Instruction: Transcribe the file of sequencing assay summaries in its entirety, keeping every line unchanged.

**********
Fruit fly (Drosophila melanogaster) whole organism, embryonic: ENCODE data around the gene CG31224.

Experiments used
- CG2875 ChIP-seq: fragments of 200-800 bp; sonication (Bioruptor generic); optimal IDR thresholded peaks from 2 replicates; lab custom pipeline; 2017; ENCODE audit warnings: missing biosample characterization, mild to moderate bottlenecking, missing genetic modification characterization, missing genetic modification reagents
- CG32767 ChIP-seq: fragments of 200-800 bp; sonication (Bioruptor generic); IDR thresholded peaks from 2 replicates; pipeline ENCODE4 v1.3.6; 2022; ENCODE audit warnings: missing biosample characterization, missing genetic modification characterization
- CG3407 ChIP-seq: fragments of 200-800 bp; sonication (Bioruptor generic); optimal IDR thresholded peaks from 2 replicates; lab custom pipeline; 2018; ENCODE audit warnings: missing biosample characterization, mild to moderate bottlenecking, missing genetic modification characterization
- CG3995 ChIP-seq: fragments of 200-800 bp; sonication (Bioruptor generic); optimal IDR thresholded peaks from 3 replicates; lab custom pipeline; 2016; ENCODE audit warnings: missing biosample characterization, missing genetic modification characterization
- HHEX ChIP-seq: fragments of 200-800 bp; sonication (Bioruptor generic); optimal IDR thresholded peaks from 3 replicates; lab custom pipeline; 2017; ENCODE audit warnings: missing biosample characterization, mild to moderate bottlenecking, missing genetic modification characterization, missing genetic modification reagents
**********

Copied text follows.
Fruit fly (Drosophila melanogaster) whole organism, embryonic: ENCODE data around the gene CG31224.

Experiments used
- CG2875 ChIP-seq: fragments of 200-800 bp; sonication (Bioruptor generic); optimal IDR thresholded peaks from 2 replicates; lab custom pipeline; 2017; ENCODE audit warnings: missing biosample characterization, mild to moderate bottlenecking, missing genetic modification characterization, missing genetic modification reagents
- CG32767 ChIP-seq: fragments of 200-800 bp; sonication (Bioruptor generic); IDR thresholded peaks from 2 replicates; pipeline ENCODE4 v1.3.6; 2022; ENCODE audit warnings: missing biosample characterization, missing genetic modification characterization
- CG3407 ChIP-seq: fragments of 200-800 bp; sonication (Bioruptor generic); optimal IDR thresholded peaks from 2 replicates; lab custom pipeline; 2018; ENCODE audit warnings: missing biosample characterization, mild to moderate bottlenecking, missing genetic modification characterization
- CG3995 ChIP-seq: fragments of 200-800 bp; sonication (Bioruptor generic); optimal IDR thresholded peaks from 3 replicates; lab custom pipeline; 2016; ENCODE audit warnings: missing biosample characterization, missing genetic modification characterization
- HHEX ChIP-seq: fragments of 200-800 bp; sonication (Bioruptor generic); optimal IDR thresholded peaks from 3 replicates; lab custom pipeline; 2017; ENCODE audit warnings: missing biosample characterization, mild to moderate bottlenecking, missing genetic modification characterization, missing genetic modification reagents